Don’t feel bad if a placement doesn’t work out for your family. Smith says that her husband told her almost a decade later that he felt like they had “let down” their foster child when they moved him to a different home. However, she says, “It’s always easy to look back and see what you could have done,” but at the time the decision they made was what everyone felt was in the best interest of their family and the child.
And sometimes a foster child should have an opportunity to try living with a different family and in a different situation. “Not every child is going to fit every family,” says Searle, “and so, for that reason, some kids do get moved around a lot because they are in search of a particular home that can care for them. Some of those kids have special needs–but no child in the system is such a challenge that they can’t be adopted. I would say every child is adoptable by somebody. They just need to find the right somebody.”
8. It’s worth it.
Though there are challenges and difficulties in fostering children, there are upsides too.
Searle describes them this way: “It’s those little moments when they finally begin to feel like a part of your family. They start to say little things in the way your family does. Every family has its quirks and when your foster kids come into your house and start talking like you and their mannerisms start reflecting your family, that’s a nice thing to see.” And then there are the biggies: “The first time they tell you they love you. The first time they call you ‘Mommy.’ The first time they hug you. All of these things that they do more and the years–and you can see the comfort they find in your home, that they really feel the love that they really do feel they belong here. For me, it’s kind of a reminder that I’m doing okay at my job and that they are supposed to be here.”
The Smith’s former foster child, now a young man beginning a family of his own, recently came into town for a visit. Later, he texted Liana to say how much he had enjoyed spending time with their family that day. “That was just a little thing that said to me that maybe we did have that much influence on him,” remarks Liana. And even though their experience with foster care was difficult, she says, “I’m glad we did it. I’m glad we have the relationship with him that we do. I’m excited that he feels comfortable enough to let us be a part of his life. To me, that’s the payoff.”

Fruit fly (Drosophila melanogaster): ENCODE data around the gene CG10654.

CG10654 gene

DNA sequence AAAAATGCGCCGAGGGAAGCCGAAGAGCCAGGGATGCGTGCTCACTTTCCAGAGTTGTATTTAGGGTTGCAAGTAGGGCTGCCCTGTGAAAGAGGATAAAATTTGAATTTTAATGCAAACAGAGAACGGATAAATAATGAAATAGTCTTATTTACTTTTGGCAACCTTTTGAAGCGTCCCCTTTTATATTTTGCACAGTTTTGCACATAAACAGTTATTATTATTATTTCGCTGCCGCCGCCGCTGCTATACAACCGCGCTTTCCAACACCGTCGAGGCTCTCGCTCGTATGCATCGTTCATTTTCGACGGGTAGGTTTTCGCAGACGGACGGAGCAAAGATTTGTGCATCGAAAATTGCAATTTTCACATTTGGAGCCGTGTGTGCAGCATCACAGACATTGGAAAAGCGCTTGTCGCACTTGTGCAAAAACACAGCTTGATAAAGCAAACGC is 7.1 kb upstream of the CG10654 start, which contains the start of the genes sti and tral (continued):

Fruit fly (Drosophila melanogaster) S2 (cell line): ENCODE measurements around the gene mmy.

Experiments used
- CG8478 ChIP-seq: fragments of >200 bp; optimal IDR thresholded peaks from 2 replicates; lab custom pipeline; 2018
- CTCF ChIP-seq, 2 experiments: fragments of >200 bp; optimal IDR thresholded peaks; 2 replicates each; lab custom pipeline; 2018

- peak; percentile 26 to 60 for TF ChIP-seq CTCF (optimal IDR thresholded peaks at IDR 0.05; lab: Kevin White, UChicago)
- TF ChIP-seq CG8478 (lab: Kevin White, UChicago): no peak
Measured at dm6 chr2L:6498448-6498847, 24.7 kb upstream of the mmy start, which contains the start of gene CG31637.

So should you do it?
“If it’s something you are interested in, definitely look into it,” says Searle. “I run into people all the time who say “I wish I would have adopted,” or “I wish I could have adopted.”
Do a little soul searching first, though. “For us–for me–it was a lot of prayers and a lot of thought about what we were going to do and what we were capable of handling.” She adds, “The truth is that not everybody can do it. It’s a very hard road–and for some people, it might not be the right thing for their family. But if it’s something you’ve ever felt like doing, you should definitely look into it–you should definitely do it–because there are lots of kids out there, and they’re waiting for forever families. They are troubled, yes, but they are some of the most loving little people I’ve ever met.”
Originally posted in Jan. 2014
Do you feel there is a hole in your heart that can only be filled by a child? We’ve helped complete 32,000+ adoptions. We would love to help you through your adoption journey. Visit Adoption.org or call 1-800-ADOPT-98.